We tend to think of our devices as fairly private. After all, we have passwords and PINs guarding access to them, and some of us even have the data on them encrypted. However, none of these privacy measures matter once we connect to the Internet and begin accessing and transmitting information. On the web, the two primary privacy concerns are having your online activity tracked and having your confidential data intercepted. Luckily, there is an easy way to restore privacy and reduce risk.
Who is tracking you on the web, and why?
Much of your online activity can be (and often is) easily tracked. While you may feel anonymous when visiting websites, in reality, there are several pieces of identifiable information accompanying you as you browse. First is the IP address assigned to your device by your Internet Service Provider (ISP). Like your phone number, your IP address correlates to your account with the ISP. Although the ISPs may assign you a different IP address every day, they do keep logs of IP assignments. Your IP also gets logged by the web servers of the websites you visit. Furthermore, depending on the data privacy laws in your country, your ISP may also log your internet activity, including the web pages you visit and the data you send and receive. This data is generally accessible to government authorities.
The other identifiable information is carried by your own web browser in the form of “cookies.” These short snippets of code help websites identify you as a repeat visitor and help advertising networks like Google and Bing track your browsing history to serve you more relevant ads. While cookies were meant meant for relatively harmless purposes, government security agencies like the NSA have been able to leverage them for the purposes of surveillance.
An even greater risk to privacy than being tracked is having your data intercepted. While your home Wi-Fi router encrypts the flow of information between it and your device, you lose this basic level of protection when connecting to the Wi-Fi hotspots at hotels, coffee shops and other public locations. On these networks, your connection is not encrypted, and any information you submit, including website URLs and login credentials can be intercepted.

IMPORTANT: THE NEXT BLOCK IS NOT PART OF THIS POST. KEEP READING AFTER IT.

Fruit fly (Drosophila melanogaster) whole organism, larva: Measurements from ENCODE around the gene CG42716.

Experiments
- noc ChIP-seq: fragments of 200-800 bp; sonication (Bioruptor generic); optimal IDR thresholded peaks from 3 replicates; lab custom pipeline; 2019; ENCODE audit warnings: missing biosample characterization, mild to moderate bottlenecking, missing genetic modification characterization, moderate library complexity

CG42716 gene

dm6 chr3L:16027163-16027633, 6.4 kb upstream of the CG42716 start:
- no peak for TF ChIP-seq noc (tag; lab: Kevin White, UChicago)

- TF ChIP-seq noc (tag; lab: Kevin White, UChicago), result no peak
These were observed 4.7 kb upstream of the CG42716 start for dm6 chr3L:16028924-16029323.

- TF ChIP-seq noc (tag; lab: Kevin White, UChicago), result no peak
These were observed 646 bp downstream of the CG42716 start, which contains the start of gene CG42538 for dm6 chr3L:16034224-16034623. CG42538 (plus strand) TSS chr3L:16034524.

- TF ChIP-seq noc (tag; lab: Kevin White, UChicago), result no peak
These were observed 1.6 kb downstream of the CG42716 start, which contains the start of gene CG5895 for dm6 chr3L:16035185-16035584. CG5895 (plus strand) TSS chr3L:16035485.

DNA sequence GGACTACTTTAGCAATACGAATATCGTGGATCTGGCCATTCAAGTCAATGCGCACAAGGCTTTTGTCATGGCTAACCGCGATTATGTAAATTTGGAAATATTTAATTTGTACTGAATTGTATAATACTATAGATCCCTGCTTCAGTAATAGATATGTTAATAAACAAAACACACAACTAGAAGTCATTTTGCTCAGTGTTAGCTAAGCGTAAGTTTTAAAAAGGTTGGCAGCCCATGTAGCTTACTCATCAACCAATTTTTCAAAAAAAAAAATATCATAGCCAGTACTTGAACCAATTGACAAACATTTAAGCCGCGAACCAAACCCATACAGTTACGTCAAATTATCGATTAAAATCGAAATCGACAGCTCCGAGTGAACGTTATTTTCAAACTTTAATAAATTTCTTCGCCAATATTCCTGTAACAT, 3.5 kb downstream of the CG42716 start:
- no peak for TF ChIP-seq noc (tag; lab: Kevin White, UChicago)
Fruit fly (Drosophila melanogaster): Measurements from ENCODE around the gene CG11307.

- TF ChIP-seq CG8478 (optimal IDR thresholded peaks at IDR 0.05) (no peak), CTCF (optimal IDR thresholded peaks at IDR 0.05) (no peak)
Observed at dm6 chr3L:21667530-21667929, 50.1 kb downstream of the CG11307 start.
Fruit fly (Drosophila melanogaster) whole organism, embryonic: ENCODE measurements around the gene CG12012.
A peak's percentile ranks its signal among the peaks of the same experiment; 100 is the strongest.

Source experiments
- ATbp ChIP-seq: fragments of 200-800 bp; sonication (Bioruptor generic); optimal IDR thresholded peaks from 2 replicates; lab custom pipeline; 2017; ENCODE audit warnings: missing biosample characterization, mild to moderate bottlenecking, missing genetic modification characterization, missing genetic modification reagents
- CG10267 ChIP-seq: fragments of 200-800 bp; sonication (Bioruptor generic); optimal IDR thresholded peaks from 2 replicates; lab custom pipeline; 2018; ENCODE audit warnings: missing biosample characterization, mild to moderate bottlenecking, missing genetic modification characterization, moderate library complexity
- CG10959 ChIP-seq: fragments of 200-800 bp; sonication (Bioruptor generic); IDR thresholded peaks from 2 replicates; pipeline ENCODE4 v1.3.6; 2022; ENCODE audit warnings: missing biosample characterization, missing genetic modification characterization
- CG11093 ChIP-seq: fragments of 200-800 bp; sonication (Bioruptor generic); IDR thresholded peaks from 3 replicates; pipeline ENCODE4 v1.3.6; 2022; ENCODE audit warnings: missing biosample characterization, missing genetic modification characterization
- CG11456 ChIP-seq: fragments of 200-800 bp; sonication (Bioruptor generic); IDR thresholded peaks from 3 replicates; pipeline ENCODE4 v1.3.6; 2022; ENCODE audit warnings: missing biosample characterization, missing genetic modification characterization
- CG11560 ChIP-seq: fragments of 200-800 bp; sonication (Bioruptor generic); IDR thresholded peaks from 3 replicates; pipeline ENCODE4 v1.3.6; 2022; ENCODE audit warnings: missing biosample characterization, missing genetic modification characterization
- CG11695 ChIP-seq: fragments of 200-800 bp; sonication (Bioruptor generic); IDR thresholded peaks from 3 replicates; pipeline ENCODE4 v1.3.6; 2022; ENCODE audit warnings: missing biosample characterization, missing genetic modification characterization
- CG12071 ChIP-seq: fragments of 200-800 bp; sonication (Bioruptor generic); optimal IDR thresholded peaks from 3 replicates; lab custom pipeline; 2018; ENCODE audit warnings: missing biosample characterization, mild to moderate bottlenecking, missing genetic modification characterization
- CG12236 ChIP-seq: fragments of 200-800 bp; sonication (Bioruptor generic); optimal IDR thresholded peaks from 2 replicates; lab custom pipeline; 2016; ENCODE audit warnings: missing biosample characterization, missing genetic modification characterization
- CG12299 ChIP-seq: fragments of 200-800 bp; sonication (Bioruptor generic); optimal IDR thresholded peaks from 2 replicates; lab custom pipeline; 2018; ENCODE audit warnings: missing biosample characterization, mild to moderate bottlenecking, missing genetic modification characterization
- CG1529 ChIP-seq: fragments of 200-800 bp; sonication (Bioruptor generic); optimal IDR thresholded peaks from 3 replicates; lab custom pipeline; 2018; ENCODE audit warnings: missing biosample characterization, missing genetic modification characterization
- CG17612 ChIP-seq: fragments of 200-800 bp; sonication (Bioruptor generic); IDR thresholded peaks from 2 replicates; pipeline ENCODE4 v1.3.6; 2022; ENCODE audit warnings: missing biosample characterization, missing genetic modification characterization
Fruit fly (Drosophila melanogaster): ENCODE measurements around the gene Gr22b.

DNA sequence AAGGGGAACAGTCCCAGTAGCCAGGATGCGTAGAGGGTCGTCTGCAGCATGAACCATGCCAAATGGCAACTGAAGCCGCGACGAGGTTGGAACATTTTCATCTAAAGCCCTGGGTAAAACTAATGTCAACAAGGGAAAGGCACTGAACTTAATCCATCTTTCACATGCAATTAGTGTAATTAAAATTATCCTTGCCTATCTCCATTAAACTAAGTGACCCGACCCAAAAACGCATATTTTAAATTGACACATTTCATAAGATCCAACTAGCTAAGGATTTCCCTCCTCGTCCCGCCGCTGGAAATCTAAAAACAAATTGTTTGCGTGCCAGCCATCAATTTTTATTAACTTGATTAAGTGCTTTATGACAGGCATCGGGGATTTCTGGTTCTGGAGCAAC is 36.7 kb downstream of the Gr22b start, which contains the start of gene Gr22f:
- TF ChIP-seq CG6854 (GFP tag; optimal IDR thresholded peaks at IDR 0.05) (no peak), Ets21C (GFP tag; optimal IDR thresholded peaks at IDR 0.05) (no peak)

VPN to the rescue
Fortunately, there is a relatively simple and affordable way to mitigate both risks with a Virtual Private Network (VPN). You may have already used one on your work laptop when away from the office. Now, you can have one all of your own. The main benefit of the VPN is that it provides a safe encrypted tunnel between your device and the VPN server. This protects your communication over the public networks. As an additional privacy benefit, the VPN server also assigns your device a new IP address, effectively anonymizing you as you use the web.
There is a great number of VPN services available to consumers, with several popular ones including NordVPN, ExpressVPN, Avast and HMA. Many offer free trials and flexible billing plans. Some also have unique features, for example NordVPN’s automatic kill switch will close the applications of your choosing if your VPN connection is interrupted. Choose one based on the number of device connections you need to protect, features, compatible devices (iOS, Android, Windows, etc) and price.
After downloading the client application, connecting to a VPN is a single-click action.
Performance tip: Depending on the VPN server you connect to, your connection speed may degrade. Most VPN services will automatically connect you to the geographically closest server. I recommend that you experiment with multiple servers using the speed test. I’ve found that server located in a data center over a thousand miles away may consistently provide faster speeds than the one next door. Find the one you like and save it as your default.
P.S. Can’t I just use my work VPN?
You certainly can, and it will protect you while on a public network, but you should be under no illusion that you have privacy. Corporate VPNs are configured to protect the company — not users. Corporate IT security departments extensively log user activity and monitor web usage. Most companies reserve the right to monitor and access all data communications on their devices and networks, and